Kudos to Snap Inc (NYSE:SNAP) CEO Evan Spiegel. Not only are you running a company worth $26 billion at the ripe old age of only 26, but you’ve also managed to rattle the cage of much bigger rivals like Facebook Inc (NASDAQ:FB) and Twitter Inc (NYSE:TWTR).
Too many kids your same age are trying to wrap up their seventh year of undergraduate studies, and too many executives twice your age are still trying to figure out how to make an app that’s a tenth as popular as your Snapchat has been.
On the other hand — and this can be considered a warning to current and prospective owners of SNAP stock — you’re taking yourself and what Snapchat is way too seriously. That poses a big risk, as it can blind you to the seemingly-insignificant details that can end up ruining your company.
Talk Is Cheap
On the off chance you’re not familiar with it, Snapchat is an online platform for delivering messages to other Snapchat users. Its “shtick” is that those messages, pictures and videos disappear forever (unless they’re intentionally saved) a few seconds later.
It’s akin to Facebook’s Messenger, though the more relevant comparison is to Facebook’s standalone platform Instagram. Indeed, Instagram has made a point of copying pretty much every feature Snap adds to the Snapchat platform.
It’s a comparison Spiegel hates, by the way. The young chief executive insists an investment in SNAP stock is above all else an investment in a camera company and not an investment in a social network.
Never mind the fact that Snap has never sold one single physical camera.
Enough industry insiders and influencers have obliged him his vision too. As Mashable’s Taylor Lorenz noted in mid-April, “Despite the fact that Instagram has made an effort to copy nearly all of Snapchat’s signature features, treating the two apps as similar platforms to begin with is a fruitless exercise.”
Lorenz went on to say, “And this is the challenge for Instagram: the company has also yet to prove that users are using Instagram specifically for stories. Snapchat has cultivated a fertile niche in consumer behavior as an addictive, essential destination, while, right now, Instagram Stories is just one more feature haphazardly incorporated into a fragmented app.”
Snapchat has “cultivated a fertile niche” leveraging its “addictive, essential destination” while Facebook’s construction of Instagram is “haphazard” and “fragmented?” Really? Just as a reminder, FB is the company that legitimized the social networking idea, and last year turned it into $27 billion worth of revenue.
This reporter is certain it’s not the case, but that excessive use of gratuitous adjectives almost sounds like Spiegel making the bullish case for SNAP stock, and against Facebook’s.
That mindset is the rampant norm too. In that regard, Snap has been effective at selling the premise, even if the company hasn’t been as effective at selling ads.
And therein lies the rub.
Spiegel can categorize Snap as a camera company all he wants to. He can lump it in with grocery stores or hospitals if he wants. But how he sees it is largely irrelevant to how advertisers see it. If an advertiser is weighing allocating part of a marketing budget to Facebook or Snapchat (and they are), than Snap Inc. is a social networking company.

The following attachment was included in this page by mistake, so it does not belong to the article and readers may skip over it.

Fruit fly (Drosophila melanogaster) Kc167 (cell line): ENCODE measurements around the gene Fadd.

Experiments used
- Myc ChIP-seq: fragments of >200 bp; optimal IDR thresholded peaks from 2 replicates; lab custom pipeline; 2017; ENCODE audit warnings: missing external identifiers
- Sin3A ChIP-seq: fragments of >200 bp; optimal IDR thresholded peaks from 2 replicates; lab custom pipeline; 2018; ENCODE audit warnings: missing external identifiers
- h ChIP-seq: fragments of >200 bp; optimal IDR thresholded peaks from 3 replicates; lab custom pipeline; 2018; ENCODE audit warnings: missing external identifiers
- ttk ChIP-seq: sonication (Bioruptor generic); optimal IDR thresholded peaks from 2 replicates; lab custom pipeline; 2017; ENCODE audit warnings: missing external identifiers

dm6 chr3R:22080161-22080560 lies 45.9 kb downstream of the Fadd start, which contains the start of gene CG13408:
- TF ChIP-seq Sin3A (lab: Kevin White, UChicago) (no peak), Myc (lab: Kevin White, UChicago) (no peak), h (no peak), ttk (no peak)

Pretending this comparison isn’t happening where it counts — with users as well as advertisers — is alarmingly short-sighted.
Perhaps the whole camera-company angle is more to make a point than formulate a business strategy … positioning Snapchat more for PR purposes than planning. That’s fine. At the end of the day, though, sometimes you can pound the table so hard that your business decisions can become misguided because you feel they’re supposed to cleanly align with the corporate motto.
At the end of the day, it’s supposed to be about making money, and not just projecting a particular image.
Bottom Line for SNAP Stock
Don’t read too much into the observation. Snapchat has a user base of 158 million, and it did $404.5 million worth of business last year. That’s more than a lot of other companies can say about their app.
On the other hand, there’s a whole slew of companies that thought themselves to highly marketable by being unique. As it turns out, they were unique for a reason — their service or product wasn’t nearly as marketable as they suggested to investors.
Case(s) in point: The same kinds of things being said of Snapchat now were being said about Twitter, Fitbit Inc (NYSE:FIT), GoPro Inc (NASDAQ:GPRO), and a whole slew of other startups when they were still new. Consumers and users loved them, but when all was said and done, all of those companies overpromised and underdelivered.
It just feels like SNAP stock is that same trap, with clever rhetoric and rave reviews obscuring the fact the business model just isn’t all that promising.
As of this writing, James Brumley did not hold a position in any of the aforementioned securities.